Page:Black's Law Dictionary (Second Edition).djvu/1091

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His principal duties are in aid of the crim- lnal courts and civil courts of record; such as serving process, summoning juries, ex- ecuting judgments, holding judicial sales, and the like. We is also the chief conservator of the peace -within his territorial juris- diction. See Suite v. Finn, 4 Mo. App. 352; Com. v. Martin, 9 Kulp (Pa.) 69; In re Ex- ecutive Communication, 13 Fla. 6517; Pearce v. Stephens, 18 App. Div. 101, 4.‘: N. Y. Supp. 499- Denson v. Sledge, 13 N. C. 140; Hoc-

liett v. Alston. 110 Fed. 912, 49 C. C. A. 180.

In English law. The sheriff in the pricnipal officer in every county, and has the transacting of the public business of the county. He is an officer of great antiquity, and was also called the “shire-reeve." “reeve." or "bailiff." He is called in Latin "viceco-mes," as being the deputy of the earl or comes, to whom anciently the custody of the shire was committed. The duties of the sherm! principally consist in executing writs, precepts, warrants from justices of the peace for the apprehension of offenders, etc. Brown.

In Scotch law. The office of sheriff differs somewhat from the some office under the English law, being, from ancient times, an office of important judicial power, as well as ministerial. The sheriff exercises a juris- diction of considerable extent, both of civil and criminal character, which is, in a proper sense, judicial. in addition to powers resanhllng those of an English sheriff. Tornlins; Bell.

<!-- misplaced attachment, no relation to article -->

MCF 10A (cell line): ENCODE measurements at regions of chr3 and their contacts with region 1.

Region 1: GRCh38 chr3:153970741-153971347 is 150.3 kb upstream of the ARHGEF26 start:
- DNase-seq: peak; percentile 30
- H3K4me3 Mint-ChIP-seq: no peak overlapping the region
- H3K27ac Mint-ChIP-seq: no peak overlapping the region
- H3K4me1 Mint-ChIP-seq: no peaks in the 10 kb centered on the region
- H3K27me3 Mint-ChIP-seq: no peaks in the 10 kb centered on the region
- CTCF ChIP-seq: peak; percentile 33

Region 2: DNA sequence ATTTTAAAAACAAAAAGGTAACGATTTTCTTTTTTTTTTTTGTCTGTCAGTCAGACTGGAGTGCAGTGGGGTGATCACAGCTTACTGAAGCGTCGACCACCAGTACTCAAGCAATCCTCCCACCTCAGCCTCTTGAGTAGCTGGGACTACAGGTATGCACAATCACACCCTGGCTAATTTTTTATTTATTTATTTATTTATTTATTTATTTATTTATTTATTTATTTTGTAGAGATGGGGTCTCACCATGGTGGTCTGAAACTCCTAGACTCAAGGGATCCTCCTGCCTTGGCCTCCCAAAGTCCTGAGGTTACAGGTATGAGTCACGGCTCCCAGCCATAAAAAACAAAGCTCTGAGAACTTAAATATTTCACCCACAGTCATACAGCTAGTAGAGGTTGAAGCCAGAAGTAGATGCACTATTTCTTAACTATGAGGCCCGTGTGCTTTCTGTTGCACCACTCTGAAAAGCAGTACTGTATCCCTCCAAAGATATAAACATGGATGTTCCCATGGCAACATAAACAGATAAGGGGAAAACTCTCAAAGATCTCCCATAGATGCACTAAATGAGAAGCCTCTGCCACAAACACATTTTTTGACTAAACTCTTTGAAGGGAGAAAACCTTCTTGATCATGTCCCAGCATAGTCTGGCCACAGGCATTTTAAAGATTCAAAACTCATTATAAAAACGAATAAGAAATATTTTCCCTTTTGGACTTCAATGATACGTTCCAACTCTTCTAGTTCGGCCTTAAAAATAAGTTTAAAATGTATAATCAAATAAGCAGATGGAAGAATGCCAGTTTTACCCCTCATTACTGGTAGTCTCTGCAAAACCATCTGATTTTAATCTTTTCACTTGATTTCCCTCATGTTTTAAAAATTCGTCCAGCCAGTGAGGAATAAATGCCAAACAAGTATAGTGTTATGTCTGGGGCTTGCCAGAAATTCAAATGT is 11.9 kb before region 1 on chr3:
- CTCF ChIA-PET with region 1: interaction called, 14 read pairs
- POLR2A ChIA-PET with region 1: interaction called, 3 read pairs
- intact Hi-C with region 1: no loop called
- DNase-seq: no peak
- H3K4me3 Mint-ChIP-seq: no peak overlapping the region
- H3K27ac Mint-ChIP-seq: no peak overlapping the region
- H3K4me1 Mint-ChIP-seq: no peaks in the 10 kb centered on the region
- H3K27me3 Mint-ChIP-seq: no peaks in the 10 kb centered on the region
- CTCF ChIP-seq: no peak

—Deputy sherifl. See DEPUTY.—High slierifi. One holding the office of sherifi, as distinguished from his deputies or assistants or under shi=ril'Es.—I-‘oeket sherifl. In English law. A shciifi appointed by the sole authority of the crown, without the usual form of nomination by the judges in the exchequer. 1 Bl. Comm. 342: 3 Ste Comm. 23.-Sherifl clerk. Tho clerk of the sherlif’s court in Scot- lsnd.—S‘Iierii¥ rlepnte. In Scotch law. The principal sheriff of a county, who is also a judge.—Sherl.lf—geld. A rent formerly paid by a. sheriff, and it is prayed that the sheriff in his account may be discharged thereof. Rot. Purl. 50 Edw. III.—-Sheri}?-tooth. In English law. A tenure by the service of providing entertainment for the sheriff at his county-courts: a common tax, formerly levied for the sheriifs diet. Whnrton.—-She:-ii¥'s court. The court held before the sherii1"s deputy. that is, the under-sherifl, and wherein actions iii-e brought for recovcry of debts under £20. Writs of inquiry are siso brought here to be executed. The sherilI‘s court for the county of Middlesex is that wherein damages are assessed in proper ¢-nses after trial at Vfiiestminster. Brown.-She:-ifl's Jury. In practice. A jury composed of no dc terminate number, but which may be more or less than twelve, summoned by the sherifi for the purposes of an inquisitinn or inquest of of- hce 3 Bl. Comm. 258.-«Slim-i.ff's officers. Bailiifs, who are either bailiffs of hundreds or hound-bailifis.-—Sheriif’s sale. See SALu.—- Sheriff's tourn. A court of record in England. held twice every year, within a month after Easter and Michaelmas, before the sheriff, in different parts of the county. It is, indeed, only the tourn or rotation of the sheriff to keep a court-leet in each respective hundred. It is the great court-leet of the county, as the county court is the court-baron; for out of this, forvthe ease of the sheriff, was taken the court-leet or view of frank-pledge. 4 BL Comm. 273.